Back in the early 1990s, when people still had to pay by the minute for long-distance phone calls, I worked for a company that sold calling plans. I’d sit in a warehouse in Colorado with hundreds of other telemarketers and cold-call customers of our rival company, trying to persuade them to switch. As soon as I’d end one call — or, more often, when the other person would end it — another name would pop up on my computer screen, and the phone would start ringing again.
One day the computer dialed someone named Aaron. I could see his address on my monitor: Worcester, Massachusetts. The data didn’t include his age, but he sounded young. I was nineteen and harbored a dream of going to college in Boston, a place that felt far away and exotic. Though my job was to sell Aaron a phone service, what I did was ask what Massachusetts was like — the weather, the people, the culture. He was amused, and we talked easily.
At the end of the call Aaron said he needed to consult his roommates before changing phone companies, and he asked me to call back. I did, and we chatted for a while before he told me again he’d need to talk to his roommates. This became a pattern. Our conversations grew longer.
After a couple of months of this, I sat down one night at home and dialed his number. To my relief, he was happy to hear from me. For the next year and a half we talked almost every day, sometimes for hours. I had never felt closer to anyone.
When I was twenty-one and he was twenty-three, I flew out to meet him. As I exited the airport gate, I heard Aaron call my name. Then I saw him in person for the first time. His face, which I had seen in photographs, was now an animated presence with unfamiliar expressions. The dissonance was hard to take in.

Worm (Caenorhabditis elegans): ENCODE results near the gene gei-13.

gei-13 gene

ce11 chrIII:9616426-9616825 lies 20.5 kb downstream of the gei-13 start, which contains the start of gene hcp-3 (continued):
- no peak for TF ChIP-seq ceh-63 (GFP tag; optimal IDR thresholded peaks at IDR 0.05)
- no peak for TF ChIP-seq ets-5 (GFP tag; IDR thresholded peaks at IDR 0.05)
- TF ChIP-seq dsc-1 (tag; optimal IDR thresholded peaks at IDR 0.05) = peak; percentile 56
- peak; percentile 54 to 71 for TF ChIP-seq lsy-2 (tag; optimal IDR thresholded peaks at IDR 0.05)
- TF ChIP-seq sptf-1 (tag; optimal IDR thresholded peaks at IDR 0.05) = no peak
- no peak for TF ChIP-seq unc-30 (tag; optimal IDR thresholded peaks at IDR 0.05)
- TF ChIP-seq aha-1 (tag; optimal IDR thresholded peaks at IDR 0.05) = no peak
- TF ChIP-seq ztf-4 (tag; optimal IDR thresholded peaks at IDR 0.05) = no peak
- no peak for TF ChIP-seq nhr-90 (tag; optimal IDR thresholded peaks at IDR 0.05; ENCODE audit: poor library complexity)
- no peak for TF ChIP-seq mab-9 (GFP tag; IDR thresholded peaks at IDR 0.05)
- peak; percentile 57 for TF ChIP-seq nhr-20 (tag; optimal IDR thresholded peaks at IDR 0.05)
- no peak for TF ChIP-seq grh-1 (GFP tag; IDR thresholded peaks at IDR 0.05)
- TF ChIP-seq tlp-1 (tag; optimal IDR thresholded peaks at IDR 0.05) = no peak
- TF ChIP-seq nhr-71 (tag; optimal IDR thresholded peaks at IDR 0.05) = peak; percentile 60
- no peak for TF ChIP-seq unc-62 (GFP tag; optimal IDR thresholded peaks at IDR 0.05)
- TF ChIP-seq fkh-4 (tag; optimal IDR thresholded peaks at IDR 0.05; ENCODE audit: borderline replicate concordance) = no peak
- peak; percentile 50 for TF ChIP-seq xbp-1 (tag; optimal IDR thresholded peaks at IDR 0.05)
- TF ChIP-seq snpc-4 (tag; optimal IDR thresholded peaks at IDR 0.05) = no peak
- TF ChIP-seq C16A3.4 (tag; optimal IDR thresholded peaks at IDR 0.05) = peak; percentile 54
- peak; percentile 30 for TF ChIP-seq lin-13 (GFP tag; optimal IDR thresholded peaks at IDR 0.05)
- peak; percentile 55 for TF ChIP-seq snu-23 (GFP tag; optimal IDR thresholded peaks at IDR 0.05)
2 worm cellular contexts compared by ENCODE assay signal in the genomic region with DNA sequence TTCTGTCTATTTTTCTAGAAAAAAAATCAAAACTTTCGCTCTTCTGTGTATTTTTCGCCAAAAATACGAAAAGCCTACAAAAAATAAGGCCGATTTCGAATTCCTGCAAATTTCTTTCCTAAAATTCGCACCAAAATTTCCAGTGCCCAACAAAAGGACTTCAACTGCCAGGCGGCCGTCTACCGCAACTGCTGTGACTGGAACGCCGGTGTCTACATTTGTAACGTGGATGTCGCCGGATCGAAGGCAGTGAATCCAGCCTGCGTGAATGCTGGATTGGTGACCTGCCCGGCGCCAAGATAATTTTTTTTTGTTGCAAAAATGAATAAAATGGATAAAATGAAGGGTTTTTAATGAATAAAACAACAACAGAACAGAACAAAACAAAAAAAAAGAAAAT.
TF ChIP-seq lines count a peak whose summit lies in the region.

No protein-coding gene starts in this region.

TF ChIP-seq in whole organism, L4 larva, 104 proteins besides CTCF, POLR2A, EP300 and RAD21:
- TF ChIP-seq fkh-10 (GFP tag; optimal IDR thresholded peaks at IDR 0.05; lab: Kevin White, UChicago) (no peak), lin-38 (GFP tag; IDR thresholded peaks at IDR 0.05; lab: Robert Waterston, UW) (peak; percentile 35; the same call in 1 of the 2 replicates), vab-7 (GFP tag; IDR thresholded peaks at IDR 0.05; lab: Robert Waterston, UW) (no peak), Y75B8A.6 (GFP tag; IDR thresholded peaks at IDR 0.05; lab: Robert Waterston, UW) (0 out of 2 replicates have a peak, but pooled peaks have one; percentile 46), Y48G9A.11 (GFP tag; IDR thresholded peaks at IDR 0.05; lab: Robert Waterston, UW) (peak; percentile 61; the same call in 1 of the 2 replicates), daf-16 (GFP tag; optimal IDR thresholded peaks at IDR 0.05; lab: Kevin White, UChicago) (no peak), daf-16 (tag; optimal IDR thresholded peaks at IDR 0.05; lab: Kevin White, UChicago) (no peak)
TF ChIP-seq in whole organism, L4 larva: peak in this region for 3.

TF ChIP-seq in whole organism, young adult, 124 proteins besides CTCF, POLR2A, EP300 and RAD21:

That night, as we lay in separate beds in the dark, we began talking the way we did on the phone. I closed my eyes and listened to him. Here was my best friend again, that warm voice from far away.
“How long was your trip?” I ask Fernando.
We’re in Juárez, Mexico, at La Casa del Migrante, a shelter for migrants who have come north in the hope of being granted asylum status in the United States. On this particular day there are 213 migrants at La Casa, most from Honduras, Guatemala, and El Salvador, countries with some of the highest murder rates in the world.
“Nine days,” Fernando answers. He is fifteen, the same age as my grandson.
Fernando’s mother, Flora, and younger sister, Maria, join us. The family borrowed money from neighbors in their Honduran farming community to pay the “coyote” who would be their guide. After a day’s walk to a larger town, they took a series of local buses to Tegucigalpa, the capital, then traveled for four days to reach Mexico, paying bribes to customs officials at each border crossing. The journey to Juárez took another five days, partly by bus, partly on foot.
I could fly from my home in New Mexico to Tegucigalpa in a day. A ticket would cost under eight hundred dollars, far less than Flora paid for the coyote, bus fare, food, and bribes.
The other migrants are examining about a hundred pairs of shoes that my wife and I brought from a store in Santa Fe. Their clothing is ragged from their long trip, and many wear disintegrating flip-flops. They’re unprepared for the cold and brutal winds of Juárez. As they quietly select shoes for themselves and their children, some start to cry. I wonder if they know that it’s unlikely they will be granted asylum; that they probably will have to return to their impoverished and violent villages; that they may have come all this way for nothing more than a pair of new shoes.
Santa Fe, New Mexico
My husband and I have lived together for more than twenty years. For most of that time we shared our bed with our children. Toddlers sprawled out between us, rolling and snoring and taking up precious space. A baby was always suckling at my breast. My husband and I met in the shower for dates.
One by one the children got older and moved out of our bed. When we were finally able to sleep alone, my husband would spend hours on his cell phone. I would try to read a book by a night-light, and he would tell me the light was bothering him. With no one between us we grew distant.